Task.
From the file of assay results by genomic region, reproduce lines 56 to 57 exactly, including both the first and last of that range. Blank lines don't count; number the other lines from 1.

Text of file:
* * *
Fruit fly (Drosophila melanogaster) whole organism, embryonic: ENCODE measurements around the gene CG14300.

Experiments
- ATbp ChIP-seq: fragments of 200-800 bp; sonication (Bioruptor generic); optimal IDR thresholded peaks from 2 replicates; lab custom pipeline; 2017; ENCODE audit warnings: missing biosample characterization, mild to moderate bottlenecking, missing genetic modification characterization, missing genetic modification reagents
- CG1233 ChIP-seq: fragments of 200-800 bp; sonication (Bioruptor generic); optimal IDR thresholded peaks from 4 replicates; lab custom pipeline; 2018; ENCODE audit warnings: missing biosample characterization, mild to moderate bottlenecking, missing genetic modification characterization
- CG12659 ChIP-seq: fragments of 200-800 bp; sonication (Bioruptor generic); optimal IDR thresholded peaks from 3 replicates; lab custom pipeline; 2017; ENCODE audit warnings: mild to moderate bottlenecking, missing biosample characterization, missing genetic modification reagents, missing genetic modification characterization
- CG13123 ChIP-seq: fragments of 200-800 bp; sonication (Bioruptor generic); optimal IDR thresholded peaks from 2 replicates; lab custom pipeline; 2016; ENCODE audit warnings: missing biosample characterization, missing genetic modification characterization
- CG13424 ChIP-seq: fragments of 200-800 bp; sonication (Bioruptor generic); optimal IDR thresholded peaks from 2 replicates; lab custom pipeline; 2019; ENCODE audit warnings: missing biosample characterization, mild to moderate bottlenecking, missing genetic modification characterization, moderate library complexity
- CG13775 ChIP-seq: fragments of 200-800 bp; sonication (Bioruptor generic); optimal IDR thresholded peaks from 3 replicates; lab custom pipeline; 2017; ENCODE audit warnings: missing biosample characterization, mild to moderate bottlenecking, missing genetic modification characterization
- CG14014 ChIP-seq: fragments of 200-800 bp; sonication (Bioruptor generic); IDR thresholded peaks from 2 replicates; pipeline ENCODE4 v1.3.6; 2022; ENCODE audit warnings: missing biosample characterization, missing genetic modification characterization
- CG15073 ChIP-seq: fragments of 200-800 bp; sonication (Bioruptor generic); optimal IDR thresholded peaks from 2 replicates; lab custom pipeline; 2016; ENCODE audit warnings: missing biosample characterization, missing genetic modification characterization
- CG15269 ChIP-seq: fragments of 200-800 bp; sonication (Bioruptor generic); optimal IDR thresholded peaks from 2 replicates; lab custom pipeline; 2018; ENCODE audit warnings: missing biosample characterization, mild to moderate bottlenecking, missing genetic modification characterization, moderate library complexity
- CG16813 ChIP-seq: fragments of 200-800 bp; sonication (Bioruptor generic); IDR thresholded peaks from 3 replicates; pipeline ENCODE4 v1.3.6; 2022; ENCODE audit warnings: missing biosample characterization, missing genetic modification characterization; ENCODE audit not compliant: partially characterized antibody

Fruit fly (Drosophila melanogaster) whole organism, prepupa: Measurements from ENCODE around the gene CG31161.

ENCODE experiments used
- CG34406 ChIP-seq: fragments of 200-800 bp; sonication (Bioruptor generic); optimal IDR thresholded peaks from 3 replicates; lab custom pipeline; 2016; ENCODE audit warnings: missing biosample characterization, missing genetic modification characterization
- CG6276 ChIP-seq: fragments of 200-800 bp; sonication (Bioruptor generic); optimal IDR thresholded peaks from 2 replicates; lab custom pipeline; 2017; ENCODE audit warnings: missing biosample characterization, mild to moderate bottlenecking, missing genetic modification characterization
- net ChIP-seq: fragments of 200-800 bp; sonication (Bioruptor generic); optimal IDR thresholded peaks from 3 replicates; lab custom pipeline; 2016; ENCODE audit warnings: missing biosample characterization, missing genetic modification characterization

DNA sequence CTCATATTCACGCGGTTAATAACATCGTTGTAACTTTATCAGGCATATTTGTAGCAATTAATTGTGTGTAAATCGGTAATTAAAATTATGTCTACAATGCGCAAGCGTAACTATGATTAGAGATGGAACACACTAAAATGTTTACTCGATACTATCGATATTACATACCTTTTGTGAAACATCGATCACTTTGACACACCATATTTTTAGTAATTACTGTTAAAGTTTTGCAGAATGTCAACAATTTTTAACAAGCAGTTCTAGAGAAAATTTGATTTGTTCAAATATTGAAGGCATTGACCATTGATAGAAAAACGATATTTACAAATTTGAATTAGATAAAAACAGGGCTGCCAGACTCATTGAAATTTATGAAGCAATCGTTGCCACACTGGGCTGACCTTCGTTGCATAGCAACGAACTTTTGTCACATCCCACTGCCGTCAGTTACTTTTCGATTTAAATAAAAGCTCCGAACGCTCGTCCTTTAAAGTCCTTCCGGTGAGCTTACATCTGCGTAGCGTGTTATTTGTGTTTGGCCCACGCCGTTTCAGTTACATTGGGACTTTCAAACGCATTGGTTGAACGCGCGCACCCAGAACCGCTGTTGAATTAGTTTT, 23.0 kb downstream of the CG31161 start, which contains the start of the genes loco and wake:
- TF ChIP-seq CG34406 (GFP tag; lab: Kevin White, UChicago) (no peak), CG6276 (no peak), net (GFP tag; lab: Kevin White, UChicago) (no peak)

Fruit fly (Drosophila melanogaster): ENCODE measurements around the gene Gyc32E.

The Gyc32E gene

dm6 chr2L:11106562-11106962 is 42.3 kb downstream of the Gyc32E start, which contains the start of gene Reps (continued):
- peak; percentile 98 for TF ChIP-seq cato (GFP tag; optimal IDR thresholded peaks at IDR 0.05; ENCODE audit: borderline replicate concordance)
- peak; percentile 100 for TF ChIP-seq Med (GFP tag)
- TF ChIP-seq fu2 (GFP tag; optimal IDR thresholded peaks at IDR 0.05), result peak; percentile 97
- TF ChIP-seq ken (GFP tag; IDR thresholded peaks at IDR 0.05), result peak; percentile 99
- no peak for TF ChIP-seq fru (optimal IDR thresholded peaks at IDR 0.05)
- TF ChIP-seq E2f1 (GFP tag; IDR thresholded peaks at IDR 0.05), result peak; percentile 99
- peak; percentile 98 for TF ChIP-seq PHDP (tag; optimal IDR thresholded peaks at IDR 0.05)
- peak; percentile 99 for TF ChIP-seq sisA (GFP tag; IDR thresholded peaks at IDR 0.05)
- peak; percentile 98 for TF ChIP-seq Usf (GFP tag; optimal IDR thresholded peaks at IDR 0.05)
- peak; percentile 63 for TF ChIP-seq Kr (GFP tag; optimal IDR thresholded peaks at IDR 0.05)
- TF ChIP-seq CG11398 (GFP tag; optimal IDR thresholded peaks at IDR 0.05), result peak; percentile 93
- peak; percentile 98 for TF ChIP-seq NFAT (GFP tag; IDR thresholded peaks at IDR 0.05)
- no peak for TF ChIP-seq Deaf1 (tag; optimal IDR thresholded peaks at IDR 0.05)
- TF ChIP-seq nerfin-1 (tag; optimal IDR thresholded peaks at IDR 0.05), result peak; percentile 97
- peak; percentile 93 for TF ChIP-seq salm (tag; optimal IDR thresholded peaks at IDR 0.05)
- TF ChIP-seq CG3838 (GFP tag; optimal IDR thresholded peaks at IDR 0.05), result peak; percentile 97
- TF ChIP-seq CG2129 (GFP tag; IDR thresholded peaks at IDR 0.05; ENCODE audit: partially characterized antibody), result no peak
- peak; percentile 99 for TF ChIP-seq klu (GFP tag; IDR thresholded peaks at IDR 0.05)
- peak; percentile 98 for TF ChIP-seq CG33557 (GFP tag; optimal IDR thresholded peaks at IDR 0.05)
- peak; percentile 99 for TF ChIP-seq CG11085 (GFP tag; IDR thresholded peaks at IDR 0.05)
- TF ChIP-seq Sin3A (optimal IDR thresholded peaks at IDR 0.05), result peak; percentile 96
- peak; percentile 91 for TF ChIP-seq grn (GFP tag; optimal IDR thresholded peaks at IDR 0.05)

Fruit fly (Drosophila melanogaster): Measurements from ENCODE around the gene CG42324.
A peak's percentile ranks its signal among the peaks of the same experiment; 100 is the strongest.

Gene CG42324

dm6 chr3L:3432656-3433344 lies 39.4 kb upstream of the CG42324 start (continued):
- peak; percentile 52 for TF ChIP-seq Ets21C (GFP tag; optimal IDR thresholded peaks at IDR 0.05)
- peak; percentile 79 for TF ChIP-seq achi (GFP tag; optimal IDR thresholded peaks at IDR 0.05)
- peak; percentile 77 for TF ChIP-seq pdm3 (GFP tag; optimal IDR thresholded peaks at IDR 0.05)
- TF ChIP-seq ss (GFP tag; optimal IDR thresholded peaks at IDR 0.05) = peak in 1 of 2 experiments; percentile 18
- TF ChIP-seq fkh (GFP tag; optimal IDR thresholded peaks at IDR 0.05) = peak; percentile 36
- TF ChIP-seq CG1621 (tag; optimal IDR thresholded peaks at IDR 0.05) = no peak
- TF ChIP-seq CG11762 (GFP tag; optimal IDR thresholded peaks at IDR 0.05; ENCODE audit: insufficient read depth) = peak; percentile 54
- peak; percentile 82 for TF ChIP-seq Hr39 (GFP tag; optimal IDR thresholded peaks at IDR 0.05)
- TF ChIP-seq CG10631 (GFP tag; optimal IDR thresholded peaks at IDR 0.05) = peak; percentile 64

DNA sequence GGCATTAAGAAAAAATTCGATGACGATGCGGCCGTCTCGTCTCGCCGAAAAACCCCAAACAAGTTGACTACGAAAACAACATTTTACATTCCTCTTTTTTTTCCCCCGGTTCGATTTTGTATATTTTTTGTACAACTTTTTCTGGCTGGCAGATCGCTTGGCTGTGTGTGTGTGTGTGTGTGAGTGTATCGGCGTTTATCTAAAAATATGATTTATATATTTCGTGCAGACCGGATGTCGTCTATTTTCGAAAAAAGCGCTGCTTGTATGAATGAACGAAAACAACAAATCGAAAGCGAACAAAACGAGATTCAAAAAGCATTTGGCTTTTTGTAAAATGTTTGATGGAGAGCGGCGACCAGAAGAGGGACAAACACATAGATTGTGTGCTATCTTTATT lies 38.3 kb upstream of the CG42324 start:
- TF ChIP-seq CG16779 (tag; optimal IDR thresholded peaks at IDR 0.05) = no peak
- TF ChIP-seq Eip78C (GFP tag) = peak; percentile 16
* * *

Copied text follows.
- peak; percentile 82 for TF ChIP-seq Hr39 (GFP tag; optimal IDR thresholded peaks at IDR 0.05)
- TF ChIP-seq CG10631 (GFP tag; optimal IDR thresholded peaks at IDR 0.05) = peak; percentile 64